The English literacy level of the profoundly Deaf school-leaver was 8 3/4 years, enough to comprehend a tabloid headline, but little more. In most cases, their speech – the very raison d'être of Oralism – was unintelligible to all but their teachers and families. Even their ability to lipread was found to be no better than that of hearing people who had never been exposed to it before. The study did not examine mental or psychological health, but it did not take much imagination to envisage the scale of the damage wreaked on that score alone. These results were published in 1979 – to a deafening media silence.

But at least the 'truth was out there somewhere' – and not in a file marked 'X'. And in the years following Conrad, surveys in other countries revealed uncannily almost exactly the same 'achievement' thresholds. Deaf people's growing anger at the worldwide nature of these figures saw them begin to describe Oralism as a 'Deaf Holocaust'. This 'larger' language, stemming from growing global awareness among Deaf communities, scan-dalised numbers of people, as much for its use of political vocabulary as for its comparison with the incomparable. To this came a Deaf response – 'One destroyed bodies; the other destroyed minds'.

The exchanges between these two discourses is of great importance if we are to understand what Deaf communities really are, and over the course of this book we will come to see how the Deaf response is actually a reasonable one, however much we might end up edging it with qualifications. At this point, two issues must be clarified. In the last 300 years, the Western sectors of the human race have carried out other widesweeping policies which have resulted in other holocausts – enslavement which, it is often forgotten, brought estimated millions of African deaths in the 'Middle Passage', witchburning, with the death of half a million women, and virtual extermination of several First Nations. All these can fairly be considered holocausts – if the meaning of the word is understood as a sense of scale and magnitude – and each deserves equal recognition, which is as yet not the case.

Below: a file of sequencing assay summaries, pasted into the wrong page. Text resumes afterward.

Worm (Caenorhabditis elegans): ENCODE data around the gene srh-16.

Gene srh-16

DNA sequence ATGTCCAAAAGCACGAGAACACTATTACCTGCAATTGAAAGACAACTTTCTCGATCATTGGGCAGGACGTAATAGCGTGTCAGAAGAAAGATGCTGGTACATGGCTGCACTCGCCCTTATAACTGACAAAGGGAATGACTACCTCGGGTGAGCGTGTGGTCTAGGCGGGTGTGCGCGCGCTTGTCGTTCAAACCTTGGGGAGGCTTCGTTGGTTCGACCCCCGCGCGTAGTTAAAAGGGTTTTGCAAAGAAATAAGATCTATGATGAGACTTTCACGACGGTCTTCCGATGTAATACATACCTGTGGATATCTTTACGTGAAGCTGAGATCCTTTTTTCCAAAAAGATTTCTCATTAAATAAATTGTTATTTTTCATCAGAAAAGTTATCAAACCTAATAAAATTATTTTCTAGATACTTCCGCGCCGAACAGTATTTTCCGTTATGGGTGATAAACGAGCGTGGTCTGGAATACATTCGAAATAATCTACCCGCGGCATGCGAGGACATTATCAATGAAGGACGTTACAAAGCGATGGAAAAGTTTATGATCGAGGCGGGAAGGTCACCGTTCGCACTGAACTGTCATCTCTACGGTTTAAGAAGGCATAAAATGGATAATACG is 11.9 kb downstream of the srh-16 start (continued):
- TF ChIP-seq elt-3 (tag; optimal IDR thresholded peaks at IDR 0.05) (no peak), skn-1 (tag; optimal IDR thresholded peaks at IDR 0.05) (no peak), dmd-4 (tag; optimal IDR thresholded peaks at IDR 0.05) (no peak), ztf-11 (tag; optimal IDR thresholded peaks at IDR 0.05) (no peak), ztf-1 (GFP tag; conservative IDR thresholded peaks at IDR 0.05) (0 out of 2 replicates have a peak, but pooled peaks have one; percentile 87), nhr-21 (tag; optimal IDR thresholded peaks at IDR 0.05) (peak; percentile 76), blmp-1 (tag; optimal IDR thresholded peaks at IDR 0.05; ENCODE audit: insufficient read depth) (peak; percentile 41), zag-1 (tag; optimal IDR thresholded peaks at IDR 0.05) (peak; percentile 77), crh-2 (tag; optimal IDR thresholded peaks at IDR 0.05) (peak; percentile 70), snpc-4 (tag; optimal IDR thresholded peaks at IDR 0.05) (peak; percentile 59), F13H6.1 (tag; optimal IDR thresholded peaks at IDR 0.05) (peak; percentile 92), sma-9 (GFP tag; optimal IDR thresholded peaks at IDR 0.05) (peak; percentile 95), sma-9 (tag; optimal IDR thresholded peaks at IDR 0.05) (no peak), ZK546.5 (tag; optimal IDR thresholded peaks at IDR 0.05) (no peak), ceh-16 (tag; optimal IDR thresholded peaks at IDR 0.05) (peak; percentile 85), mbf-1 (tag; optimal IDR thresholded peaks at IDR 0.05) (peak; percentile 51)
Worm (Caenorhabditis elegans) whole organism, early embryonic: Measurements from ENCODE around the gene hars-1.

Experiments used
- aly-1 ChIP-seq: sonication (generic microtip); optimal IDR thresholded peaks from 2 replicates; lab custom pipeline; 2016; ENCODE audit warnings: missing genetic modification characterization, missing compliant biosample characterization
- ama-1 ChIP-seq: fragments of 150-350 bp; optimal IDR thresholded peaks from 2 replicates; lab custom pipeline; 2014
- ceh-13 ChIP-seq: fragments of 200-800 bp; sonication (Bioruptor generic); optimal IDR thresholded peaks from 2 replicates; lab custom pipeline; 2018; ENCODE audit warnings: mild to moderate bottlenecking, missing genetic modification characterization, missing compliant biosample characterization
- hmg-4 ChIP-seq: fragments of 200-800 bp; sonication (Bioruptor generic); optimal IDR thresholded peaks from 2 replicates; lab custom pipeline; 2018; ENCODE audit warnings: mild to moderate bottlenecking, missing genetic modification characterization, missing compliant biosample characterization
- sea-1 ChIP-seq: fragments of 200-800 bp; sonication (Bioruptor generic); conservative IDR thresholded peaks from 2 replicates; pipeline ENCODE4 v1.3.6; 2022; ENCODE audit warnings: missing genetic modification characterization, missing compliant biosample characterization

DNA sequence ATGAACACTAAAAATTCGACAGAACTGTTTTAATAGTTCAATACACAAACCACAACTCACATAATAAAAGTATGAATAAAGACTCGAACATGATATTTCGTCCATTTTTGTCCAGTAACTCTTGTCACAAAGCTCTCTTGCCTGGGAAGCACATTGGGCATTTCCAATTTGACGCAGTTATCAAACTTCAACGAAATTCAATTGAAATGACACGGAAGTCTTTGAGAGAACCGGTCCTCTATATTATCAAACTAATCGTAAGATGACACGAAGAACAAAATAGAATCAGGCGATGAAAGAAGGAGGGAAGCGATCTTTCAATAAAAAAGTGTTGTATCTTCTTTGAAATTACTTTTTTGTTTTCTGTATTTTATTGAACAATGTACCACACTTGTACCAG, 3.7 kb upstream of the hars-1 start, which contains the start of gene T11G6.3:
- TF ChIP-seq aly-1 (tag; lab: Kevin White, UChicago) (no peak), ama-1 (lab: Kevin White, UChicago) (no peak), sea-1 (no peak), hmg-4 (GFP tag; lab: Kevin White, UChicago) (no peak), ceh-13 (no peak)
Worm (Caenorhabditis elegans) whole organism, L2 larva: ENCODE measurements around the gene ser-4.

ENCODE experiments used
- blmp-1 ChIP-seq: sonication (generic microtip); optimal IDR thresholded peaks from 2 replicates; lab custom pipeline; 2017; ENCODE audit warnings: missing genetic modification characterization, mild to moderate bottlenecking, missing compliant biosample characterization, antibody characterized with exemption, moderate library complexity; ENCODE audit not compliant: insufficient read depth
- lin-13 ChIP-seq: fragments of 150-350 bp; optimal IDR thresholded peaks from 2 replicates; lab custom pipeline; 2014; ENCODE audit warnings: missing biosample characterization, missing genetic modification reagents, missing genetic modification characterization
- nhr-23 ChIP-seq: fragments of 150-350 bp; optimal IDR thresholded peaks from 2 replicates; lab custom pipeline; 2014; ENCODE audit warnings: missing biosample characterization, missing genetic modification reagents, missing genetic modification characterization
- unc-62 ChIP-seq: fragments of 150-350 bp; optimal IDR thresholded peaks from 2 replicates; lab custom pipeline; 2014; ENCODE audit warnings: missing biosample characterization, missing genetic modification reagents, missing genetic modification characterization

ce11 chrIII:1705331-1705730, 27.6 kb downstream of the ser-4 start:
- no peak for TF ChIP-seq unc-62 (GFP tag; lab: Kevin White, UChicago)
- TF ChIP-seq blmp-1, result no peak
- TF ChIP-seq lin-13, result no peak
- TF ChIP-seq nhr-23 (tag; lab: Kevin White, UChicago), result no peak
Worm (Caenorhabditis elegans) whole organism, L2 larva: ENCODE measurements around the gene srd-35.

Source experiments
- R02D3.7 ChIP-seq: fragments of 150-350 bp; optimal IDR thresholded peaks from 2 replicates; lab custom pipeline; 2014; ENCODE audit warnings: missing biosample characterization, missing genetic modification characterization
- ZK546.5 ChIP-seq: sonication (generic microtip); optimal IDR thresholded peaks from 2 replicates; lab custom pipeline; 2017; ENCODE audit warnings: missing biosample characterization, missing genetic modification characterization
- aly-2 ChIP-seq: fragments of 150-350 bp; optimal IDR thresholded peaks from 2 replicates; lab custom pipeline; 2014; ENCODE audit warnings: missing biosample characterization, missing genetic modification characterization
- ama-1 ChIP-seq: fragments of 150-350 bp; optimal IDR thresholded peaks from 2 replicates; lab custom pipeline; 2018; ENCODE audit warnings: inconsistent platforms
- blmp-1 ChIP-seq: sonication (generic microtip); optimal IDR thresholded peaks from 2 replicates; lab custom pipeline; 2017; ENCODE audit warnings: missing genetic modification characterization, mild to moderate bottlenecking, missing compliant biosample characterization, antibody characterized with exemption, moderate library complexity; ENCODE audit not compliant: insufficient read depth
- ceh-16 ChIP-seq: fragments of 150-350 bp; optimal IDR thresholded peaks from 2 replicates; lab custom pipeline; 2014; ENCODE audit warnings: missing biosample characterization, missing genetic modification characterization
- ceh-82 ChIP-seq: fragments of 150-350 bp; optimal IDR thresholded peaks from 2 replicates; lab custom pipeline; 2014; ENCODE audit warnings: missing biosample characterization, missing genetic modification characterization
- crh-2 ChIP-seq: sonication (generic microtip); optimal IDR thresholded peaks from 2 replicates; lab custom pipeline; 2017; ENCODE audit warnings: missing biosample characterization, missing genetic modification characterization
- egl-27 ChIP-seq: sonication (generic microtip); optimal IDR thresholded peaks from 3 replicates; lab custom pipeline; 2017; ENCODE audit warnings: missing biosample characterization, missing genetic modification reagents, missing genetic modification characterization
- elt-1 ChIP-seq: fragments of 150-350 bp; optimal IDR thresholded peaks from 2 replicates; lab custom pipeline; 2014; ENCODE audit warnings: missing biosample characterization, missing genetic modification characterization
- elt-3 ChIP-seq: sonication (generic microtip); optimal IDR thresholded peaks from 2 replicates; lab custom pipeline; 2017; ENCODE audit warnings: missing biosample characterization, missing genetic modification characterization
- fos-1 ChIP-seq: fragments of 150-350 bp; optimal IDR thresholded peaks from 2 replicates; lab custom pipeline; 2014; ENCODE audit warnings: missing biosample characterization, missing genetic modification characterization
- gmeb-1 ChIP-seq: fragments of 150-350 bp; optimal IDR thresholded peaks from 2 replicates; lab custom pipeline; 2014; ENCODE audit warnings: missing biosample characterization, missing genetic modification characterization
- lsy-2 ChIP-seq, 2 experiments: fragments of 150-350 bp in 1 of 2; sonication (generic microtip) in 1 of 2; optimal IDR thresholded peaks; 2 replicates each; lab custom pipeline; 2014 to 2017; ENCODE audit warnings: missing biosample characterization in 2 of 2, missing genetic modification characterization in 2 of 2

It would appear that holocausting is something at which certain groups of humans are rather good. So if we look into the mirror, we might grimly concede that there might be others which we have perpetuated which might not have been brought to our unwilling attention. And each time, through tiny cracks in the media, new stories emerge, usually the result of lone journalists persevering in the face of decades of refusal. Each time we see the words 'Armenia', East Timor', 'South Africa', 'Rwanda', 'Bosnia', we flinch. How much more might we have to acknowledge in that mirror? How much of what is occurring now between Israel and Palestine is also of our own making? To paraphrase Faulkner, 'the past isn't past – it hasn't even ended yet'.